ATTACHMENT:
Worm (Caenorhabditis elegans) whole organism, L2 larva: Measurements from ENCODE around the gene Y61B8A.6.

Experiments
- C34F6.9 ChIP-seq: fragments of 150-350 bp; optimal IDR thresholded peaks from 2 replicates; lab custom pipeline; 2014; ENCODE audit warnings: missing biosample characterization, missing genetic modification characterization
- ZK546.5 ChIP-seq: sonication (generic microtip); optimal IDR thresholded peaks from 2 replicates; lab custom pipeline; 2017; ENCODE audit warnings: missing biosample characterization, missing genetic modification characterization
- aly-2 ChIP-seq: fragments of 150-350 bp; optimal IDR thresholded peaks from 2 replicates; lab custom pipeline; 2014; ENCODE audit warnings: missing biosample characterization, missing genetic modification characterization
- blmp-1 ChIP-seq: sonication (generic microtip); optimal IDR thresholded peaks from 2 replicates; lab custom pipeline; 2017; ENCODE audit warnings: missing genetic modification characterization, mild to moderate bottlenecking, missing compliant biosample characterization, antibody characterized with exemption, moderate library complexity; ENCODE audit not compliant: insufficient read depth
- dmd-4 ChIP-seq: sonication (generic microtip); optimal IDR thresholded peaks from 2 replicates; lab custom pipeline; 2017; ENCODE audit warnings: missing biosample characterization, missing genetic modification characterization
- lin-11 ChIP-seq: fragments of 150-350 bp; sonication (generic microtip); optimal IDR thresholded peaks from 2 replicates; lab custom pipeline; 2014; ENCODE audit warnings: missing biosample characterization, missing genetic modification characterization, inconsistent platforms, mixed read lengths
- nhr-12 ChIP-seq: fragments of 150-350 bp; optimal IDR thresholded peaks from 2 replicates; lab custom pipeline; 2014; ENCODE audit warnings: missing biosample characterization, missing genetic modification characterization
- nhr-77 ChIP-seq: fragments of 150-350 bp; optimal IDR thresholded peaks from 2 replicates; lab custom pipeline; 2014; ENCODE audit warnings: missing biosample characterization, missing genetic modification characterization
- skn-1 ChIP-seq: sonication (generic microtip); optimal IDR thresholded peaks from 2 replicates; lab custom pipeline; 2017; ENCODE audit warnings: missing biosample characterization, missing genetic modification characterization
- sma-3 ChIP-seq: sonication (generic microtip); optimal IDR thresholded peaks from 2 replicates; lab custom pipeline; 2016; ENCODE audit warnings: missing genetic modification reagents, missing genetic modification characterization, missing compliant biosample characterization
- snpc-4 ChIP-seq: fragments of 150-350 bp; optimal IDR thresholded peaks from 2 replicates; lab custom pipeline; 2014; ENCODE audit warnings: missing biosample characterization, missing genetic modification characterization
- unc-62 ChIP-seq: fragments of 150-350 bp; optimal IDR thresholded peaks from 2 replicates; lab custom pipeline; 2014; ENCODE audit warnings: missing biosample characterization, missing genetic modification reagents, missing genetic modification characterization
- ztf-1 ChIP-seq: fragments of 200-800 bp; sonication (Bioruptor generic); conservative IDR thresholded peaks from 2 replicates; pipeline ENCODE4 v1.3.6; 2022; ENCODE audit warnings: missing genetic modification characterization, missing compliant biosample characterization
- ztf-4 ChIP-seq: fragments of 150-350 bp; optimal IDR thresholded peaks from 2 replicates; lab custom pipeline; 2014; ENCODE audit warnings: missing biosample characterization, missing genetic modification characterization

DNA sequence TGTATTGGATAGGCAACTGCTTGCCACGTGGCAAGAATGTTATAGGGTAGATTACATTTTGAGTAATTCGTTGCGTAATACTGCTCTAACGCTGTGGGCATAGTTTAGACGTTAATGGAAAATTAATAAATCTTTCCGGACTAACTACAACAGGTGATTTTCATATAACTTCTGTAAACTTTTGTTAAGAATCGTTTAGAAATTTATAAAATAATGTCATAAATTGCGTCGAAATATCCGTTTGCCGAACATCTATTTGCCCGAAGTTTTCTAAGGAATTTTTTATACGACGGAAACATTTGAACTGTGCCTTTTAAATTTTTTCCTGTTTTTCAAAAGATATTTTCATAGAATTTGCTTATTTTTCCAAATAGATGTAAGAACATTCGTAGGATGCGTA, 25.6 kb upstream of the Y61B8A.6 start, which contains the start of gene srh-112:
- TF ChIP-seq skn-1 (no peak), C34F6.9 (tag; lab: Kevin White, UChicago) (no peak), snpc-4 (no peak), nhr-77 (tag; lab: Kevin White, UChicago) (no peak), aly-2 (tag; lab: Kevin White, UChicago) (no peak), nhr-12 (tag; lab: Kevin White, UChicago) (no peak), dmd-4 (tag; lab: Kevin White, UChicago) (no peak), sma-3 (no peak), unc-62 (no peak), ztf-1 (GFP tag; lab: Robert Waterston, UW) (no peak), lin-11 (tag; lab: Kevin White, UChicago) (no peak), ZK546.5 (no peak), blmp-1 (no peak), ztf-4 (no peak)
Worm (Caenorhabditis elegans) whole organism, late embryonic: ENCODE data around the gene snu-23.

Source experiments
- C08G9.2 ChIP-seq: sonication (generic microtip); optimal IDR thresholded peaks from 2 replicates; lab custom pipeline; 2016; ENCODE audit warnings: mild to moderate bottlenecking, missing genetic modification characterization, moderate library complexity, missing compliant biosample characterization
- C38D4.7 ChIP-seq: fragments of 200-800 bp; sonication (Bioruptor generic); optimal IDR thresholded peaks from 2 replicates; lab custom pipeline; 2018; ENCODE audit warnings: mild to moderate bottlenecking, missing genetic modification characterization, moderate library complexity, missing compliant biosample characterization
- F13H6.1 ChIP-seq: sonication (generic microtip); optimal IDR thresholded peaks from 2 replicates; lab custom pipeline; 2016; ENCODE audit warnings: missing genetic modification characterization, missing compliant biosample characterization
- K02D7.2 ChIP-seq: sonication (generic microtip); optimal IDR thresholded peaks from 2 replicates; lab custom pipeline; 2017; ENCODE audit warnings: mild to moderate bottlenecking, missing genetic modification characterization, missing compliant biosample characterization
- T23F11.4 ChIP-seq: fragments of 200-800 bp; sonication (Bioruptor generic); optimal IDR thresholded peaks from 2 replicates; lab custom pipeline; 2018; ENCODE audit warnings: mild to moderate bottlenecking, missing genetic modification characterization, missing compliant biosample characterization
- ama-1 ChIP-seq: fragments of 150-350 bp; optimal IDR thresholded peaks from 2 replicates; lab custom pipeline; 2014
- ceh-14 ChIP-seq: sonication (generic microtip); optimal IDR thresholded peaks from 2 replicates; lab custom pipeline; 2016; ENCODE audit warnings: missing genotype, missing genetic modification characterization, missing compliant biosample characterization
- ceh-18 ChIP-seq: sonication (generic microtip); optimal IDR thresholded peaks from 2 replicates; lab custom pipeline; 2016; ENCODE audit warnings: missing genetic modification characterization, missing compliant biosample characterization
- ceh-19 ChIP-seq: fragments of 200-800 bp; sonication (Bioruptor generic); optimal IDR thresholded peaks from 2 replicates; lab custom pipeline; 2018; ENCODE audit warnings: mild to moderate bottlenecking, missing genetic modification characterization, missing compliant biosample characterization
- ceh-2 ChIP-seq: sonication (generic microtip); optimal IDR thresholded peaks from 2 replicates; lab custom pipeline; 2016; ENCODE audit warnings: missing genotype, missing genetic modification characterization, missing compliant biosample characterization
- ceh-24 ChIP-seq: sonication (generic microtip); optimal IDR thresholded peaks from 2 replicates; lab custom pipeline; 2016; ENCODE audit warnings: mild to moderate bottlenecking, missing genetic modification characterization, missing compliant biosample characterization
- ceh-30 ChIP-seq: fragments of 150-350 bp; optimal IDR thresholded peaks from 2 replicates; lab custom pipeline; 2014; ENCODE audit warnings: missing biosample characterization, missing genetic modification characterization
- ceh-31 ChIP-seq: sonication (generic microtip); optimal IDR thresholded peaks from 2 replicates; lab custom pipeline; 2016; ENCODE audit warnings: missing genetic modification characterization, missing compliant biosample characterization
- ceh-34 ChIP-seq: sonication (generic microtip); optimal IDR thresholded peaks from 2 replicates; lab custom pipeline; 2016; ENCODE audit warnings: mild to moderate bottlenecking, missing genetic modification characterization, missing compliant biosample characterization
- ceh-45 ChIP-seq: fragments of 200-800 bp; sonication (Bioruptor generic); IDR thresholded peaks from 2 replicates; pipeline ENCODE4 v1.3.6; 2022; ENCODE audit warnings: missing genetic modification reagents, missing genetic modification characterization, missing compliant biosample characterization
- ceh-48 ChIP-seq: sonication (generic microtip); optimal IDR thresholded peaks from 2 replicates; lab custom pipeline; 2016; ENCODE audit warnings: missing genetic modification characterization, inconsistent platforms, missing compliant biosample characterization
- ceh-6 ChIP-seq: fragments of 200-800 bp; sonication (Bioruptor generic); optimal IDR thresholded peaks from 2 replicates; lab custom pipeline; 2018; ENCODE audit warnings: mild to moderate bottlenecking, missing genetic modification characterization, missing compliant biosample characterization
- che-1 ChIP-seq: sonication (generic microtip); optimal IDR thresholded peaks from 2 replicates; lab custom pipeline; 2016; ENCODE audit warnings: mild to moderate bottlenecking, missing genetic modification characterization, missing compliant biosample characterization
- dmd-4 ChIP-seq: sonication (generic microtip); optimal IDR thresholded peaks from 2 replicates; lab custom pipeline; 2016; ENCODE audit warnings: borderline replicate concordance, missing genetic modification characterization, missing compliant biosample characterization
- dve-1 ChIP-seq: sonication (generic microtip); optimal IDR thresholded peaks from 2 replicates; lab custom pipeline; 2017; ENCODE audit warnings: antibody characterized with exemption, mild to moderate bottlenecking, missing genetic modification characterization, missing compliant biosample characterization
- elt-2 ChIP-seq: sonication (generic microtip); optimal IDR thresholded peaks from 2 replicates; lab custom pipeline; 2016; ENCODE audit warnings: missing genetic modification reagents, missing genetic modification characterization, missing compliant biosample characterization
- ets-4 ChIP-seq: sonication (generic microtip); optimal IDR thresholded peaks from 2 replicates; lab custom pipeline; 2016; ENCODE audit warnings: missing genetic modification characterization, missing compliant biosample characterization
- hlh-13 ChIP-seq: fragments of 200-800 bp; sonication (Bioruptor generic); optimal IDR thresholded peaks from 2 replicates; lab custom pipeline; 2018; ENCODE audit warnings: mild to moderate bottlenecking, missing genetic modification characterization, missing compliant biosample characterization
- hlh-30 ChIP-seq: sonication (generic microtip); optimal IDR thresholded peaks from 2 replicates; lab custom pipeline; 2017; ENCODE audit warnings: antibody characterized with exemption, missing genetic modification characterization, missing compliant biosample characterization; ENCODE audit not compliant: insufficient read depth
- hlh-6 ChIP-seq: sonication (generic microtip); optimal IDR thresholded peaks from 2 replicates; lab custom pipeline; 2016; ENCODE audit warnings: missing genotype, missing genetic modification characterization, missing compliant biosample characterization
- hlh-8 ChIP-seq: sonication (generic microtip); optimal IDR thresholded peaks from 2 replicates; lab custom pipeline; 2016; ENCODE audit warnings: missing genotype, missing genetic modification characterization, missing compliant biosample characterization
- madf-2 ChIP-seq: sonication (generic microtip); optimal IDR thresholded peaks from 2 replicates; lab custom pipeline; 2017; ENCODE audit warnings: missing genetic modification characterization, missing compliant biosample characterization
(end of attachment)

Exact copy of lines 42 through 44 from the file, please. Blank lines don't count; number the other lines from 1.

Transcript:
- ets-4 ChIP-seq: sonication (generic microtip); optimal IDR thresholded peaks from 2 replicates; lab custom pipeline; 2016; ENCODE audit warnings: missing genetic modification characterization, missing compliant biosample characterization
- hlh-13 ChIP-seq: fragments of 200-800 bp; sonication (Bioruptor generic); optimal IDR thresholded peaks from 2 replicates; lab custom pipeline; 2018; ENCODE audit warnings: mild to moderate bottlenecking, missing genetic modification characterization, missing compliant biosample characterization
- hlh-30 ChIP-seq: sonication (generic microtip); optimal IDR thresholded peaks from 2 replicates; lab custom pipeline; 2017; ENCODE audit warnings: antibody characterized with exemption, missing genetic modification characterization, missing compliant biosample characterization; ENCODE audit not compliant: insufficient read depth